As the newest member of the Lutheran Disaster Response team at ELCA churchwide office, I am in a unique position to appreciate the complex process and the “ecological system” of disaster response from various perspectives. I can easily put on the hat of a regular concerned citizen and a consumer of news during this time…and I do. In the last few days, I have been “devouring” news about every moment of Hurricane Sandy. The wrenching stories of our fellow citizen fighting for their lives through the stormy night, the epic winds, flooding and destruction, together with the heroic actions of the firefighters, police and national guard have kept me fixated on the TV and computer for hours on end. If that were the only hat I wore, I know Hurricane Sandy would be out of my mind when the next news cycle came around in a few days.
But as a part of the Lutheran Disaster Response team, I have the privilege to wear another hat, the hat of someone who is a part of a wider community which is determined to accompany affected individuals and communities on their road to recovery. The work we have done as a team in the churchwide office these last few days is not really what you would describe as “sexy”. We have spent a lot of time talking with folks who have been providing relief and care for others while also working through their own shock and loss; these are our church leaders as well as leaders of social ministry organizations affiliated with our church. We have participated in numerous conference calls with our national partners – the Red Cross, Salvation Army, NVOAD, FEMA, the Methodists and Presbyterians, just to name a few. In close collaborations with numerous units and departments within the churchwide organization, we are finding ways to refine our communication and fundraising strategies, and the list goes on. While we judiciously share resources with our affiliates on the ground to support their relief work as first responders, we are also preparing to embark upon the usually less dramatic yet crucial aspect of disaster response – long-term recovery.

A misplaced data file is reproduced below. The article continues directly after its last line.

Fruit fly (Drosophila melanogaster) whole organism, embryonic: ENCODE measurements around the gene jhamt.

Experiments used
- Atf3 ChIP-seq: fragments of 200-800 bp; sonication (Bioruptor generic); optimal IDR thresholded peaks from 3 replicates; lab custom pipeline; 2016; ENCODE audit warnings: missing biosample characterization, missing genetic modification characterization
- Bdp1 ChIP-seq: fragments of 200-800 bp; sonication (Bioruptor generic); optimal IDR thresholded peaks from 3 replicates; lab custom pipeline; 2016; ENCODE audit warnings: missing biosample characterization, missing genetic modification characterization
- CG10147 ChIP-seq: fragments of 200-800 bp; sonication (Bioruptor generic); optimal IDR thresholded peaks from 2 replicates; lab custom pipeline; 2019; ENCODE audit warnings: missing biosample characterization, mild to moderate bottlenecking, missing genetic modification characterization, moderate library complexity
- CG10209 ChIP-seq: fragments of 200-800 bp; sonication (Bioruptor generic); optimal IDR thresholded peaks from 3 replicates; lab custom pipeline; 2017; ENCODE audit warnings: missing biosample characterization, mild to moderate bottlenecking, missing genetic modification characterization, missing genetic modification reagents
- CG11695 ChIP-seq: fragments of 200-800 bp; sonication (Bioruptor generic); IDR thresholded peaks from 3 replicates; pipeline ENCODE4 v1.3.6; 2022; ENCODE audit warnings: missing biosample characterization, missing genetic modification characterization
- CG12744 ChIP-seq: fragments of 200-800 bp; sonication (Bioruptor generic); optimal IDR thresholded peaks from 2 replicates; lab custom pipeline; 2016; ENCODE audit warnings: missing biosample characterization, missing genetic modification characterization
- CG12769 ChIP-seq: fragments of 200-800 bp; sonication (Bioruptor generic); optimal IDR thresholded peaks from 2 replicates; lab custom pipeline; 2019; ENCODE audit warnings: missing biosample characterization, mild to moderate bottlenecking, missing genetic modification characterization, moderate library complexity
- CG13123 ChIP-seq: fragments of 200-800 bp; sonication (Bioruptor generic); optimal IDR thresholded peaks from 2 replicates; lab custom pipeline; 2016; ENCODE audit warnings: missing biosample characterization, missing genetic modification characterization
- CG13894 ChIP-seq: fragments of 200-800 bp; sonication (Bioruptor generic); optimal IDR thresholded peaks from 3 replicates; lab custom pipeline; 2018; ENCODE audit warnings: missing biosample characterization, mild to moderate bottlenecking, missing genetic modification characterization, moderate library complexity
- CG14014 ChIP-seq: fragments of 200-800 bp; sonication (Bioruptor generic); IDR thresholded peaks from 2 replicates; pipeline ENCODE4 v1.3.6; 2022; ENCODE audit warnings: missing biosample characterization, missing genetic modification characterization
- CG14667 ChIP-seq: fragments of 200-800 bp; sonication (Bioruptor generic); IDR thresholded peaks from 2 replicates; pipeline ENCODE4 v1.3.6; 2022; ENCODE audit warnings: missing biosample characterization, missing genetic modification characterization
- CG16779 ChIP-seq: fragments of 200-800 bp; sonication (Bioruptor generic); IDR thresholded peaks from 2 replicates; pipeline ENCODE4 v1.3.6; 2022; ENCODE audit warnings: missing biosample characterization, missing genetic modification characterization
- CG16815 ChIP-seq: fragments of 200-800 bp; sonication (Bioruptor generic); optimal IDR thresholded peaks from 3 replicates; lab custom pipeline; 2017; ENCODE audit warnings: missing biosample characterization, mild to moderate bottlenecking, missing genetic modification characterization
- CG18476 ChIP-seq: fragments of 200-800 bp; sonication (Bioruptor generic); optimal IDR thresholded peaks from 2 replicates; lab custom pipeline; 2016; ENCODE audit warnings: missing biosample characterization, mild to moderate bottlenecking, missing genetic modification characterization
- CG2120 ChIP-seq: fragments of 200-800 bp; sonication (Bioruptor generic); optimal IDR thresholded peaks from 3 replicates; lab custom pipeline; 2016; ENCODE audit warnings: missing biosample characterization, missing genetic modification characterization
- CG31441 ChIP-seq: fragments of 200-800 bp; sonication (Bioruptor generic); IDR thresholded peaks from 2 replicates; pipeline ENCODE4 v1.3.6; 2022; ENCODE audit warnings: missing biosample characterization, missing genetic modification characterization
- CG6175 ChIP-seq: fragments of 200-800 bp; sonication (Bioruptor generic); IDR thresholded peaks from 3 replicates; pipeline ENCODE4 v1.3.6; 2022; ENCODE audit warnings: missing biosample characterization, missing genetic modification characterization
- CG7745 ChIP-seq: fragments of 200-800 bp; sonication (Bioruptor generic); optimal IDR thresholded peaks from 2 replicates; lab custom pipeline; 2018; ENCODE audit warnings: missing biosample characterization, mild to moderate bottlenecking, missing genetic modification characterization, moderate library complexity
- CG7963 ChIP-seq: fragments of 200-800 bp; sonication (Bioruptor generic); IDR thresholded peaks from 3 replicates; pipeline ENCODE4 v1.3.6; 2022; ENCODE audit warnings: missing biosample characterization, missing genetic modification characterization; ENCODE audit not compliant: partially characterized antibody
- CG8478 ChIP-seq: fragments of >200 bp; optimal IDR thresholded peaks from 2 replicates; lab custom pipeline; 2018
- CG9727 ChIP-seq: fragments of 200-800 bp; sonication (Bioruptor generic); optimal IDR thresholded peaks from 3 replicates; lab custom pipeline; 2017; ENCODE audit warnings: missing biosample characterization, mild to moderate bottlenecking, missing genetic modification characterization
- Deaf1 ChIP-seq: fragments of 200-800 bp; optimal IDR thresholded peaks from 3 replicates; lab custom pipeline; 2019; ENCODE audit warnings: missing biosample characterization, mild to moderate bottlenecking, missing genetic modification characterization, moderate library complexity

It is indeed a privilege to be able to see and appreciate the disaster response process from multiple perspectives. Disaster response is not just what happens the few days or months after a disaster. Accompanying those affected on the road to recovery is a long and at times difficult process. We are very grateful that in our country we have an elaborate and developed system, which functions much like an “ecological” system; this system includes actors from all sectors – the public and private as well as faith-based organizations, civic societies and engaged citizens. We are appreciative that Lutheran Disaster Response is able to play a role in this system. While on a national level we specialize in long-term recovery, through our network of affiliates and churches around the country we are able to engage locally in actions immediately after a disaster.
Please join us in this ecological system of disaster response; for I believe that it is not simply a human ecological system, but is God’s ecology. For most of us this call is not for immediate action on the East Coast, as responding agencies work to stabilize the situation. Yet we can all be a part of this ecology in faith as ardent prayer warriors, as donors, and eventually as volunteers for long-term recovery.
And, please do not forget our sisters and brothers in the Caribbean, in areas of the world that do not have as extensive of a response system that we have in this country. Hurricane Sandy has played havoc on them as well. They too are in need of our prayers and resources. Thank You.
Gifts to ELCA Disaster Response allow the church to respond domestically and internationally in times of need. Donate now.